Just Like Grandpa Jazz

Just Like Grandpa Jazz
Tarah L. Gear and Mirna Imamovic
Owlet Press

Frank, the boy narrator, and his Grandpa Jazz – (Jasodhra as we later learn) are lovers of stories – reading them and telling them, though it’s Grandpa Jazz who is storyteller extraordinaire whether his tales are made up or not.

Now Grandpa is going to visit Mauritius, the island of his birth and youth, and he asks Frank to help him pack his suitcase. As they do so, Frank discovers a small holey rock in the case and that results in a story from Grandpa about how he fell into a volcano crater as a boy.

A stethoscope in a pocket of the case leads to a tale about a skull, and a bar of soap that’s going into the suitcase reminds Grandpa that his great grandmother used to wash the family’s clothes with soap in a river.

With the packing almost finished Frank spies a shirt with a badge with the word Jazz on it. Grandpa relates the story of how Her Majesty the Queen invited him to work for the NHS in the UK and how on the ship to England, people with white skin were separated from those with a different skin colour. This saddens Frank when he realises that had they both been travelling, due to racist attitudes they would have been kept apart – two people with so much in common whom the world viewed as being different.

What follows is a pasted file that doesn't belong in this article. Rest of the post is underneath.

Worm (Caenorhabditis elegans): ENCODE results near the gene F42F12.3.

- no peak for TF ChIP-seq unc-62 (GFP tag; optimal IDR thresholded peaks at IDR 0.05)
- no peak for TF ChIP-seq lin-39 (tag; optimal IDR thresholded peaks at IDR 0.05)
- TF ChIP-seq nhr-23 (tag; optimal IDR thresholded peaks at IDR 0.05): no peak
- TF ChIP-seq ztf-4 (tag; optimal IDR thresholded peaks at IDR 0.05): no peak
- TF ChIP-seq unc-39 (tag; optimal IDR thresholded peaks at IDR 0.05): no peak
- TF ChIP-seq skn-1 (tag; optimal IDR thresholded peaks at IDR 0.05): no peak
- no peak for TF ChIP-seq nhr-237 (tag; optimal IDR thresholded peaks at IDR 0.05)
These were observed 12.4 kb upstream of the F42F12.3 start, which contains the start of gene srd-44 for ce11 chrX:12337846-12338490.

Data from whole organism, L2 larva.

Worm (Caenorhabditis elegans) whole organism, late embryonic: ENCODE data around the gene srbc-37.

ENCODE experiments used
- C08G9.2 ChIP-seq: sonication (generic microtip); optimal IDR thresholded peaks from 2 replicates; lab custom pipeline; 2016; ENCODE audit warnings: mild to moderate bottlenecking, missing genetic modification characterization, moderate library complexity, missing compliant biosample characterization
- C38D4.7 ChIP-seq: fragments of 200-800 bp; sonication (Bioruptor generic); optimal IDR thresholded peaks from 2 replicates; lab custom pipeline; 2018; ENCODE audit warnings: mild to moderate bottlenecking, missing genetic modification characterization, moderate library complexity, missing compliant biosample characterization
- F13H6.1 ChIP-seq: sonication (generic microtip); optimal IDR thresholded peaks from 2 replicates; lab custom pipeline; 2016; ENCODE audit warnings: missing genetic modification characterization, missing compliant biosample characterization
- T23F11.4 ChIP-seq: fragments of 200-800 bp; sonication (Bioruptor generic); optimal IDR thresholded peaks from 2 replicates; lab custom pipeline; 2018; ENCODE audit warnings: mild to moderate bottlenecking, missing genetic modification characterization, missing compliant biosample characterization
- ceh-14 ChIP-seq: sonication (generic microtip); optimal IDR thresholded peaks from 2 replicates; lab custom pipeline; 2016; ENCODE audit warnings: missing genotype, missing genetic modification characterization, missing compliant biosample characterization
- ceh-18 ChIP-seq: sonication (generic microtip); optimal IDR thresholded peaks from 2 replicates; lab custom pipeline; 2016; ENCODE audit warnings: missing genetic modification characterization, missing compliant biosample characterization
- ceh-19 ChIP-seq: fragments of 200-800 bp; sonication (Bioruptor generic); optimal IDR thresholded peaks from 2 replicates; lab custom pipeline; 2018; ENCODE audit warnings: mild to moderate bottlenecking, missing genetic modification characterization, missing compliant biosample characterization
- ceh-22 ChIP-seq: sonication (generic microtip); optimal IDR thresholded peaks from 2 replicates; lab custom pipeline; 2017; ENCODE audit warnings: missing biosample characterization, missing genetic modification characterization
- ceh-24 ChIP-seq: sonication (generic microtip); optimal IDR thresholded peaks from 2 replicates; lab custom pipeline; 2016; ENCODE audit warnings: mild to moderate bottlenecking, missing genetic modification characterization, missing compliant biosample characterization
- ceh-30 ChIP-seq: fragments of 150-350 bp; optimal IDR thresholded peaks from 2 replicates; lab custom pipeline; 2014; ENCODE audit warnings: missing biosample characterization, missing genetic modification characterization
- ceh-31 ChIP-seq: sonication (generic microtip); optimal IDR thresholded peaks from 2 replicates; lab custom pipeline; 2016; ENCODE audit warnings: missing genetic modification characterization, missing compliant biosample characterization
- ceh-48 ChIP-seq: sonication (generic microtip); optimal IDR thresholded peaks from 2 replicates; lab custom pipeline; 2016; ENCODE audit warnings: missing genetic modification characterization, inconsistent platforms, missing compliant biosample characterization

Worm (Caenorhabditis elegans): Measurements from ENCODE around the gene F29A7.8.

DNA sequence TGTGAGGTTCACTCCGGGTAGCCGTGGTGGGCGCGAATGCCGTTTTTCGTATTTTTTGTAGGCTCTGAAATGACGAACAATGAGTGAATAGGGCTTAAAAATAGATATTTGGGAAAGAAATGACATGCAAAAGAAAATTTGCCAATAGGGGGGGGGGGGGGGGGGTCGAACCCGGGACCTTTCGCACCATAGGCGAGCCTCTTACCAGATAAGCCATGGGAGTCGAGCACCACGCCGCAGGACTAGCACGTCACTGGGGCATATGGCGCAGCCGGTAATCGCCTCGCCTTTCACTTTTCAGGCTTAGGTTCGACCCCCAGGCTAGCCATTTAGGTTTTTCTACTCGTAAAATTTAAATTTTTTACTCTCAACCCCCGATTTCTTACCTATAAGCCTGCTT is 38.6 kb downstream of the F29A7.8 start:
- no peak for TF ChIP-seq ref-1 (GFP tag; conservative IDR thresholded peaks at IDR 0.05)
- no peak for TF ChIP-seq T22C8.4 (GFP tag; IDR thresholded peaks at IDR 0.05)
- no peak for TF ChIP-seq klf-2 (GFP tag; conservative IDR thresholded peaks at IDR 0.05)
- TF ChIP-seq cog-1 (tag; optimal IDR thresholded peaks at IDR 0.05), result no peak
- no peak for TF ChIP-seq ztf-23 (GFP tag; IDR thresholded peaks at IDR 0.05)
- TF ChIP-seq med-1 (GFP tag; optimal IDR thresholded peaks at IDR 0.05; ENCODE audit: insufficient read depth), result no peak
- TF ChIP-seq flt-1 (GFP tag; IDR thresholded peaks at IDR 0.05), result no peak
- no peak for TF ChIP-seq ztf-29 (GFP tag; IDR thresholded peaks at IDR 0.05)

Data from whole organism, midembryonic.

Finally, with the packing completed, it’s off to the airport; but there’s still time for one more of Grandpa’s tales on the way. When they arrive at the airport, there’s a wonderful surprise in store for Frank …

With a lovely final twist, debut author Tarah L Gear’s wonderfully warm tale, vibrantly illustrated with gentle humour, by Mirna Imamović, (debuting as picture book illustrator) demonstrates and celebrates the intergenerational love between two terrific characters, Grandpa Jazz and Frank. It also shows the significant role passing down stories between generations can play in keeping alive that important sense of family history and heritage. It also reflects the racist attitudes at the time of Windrush, some of which sadly remain today. However, the book includes backmatter about heritage and elements of anti-racism that would be helpful in classroom and home discussions around these topics. An important book to share and talk about with children in the home or a school setting.

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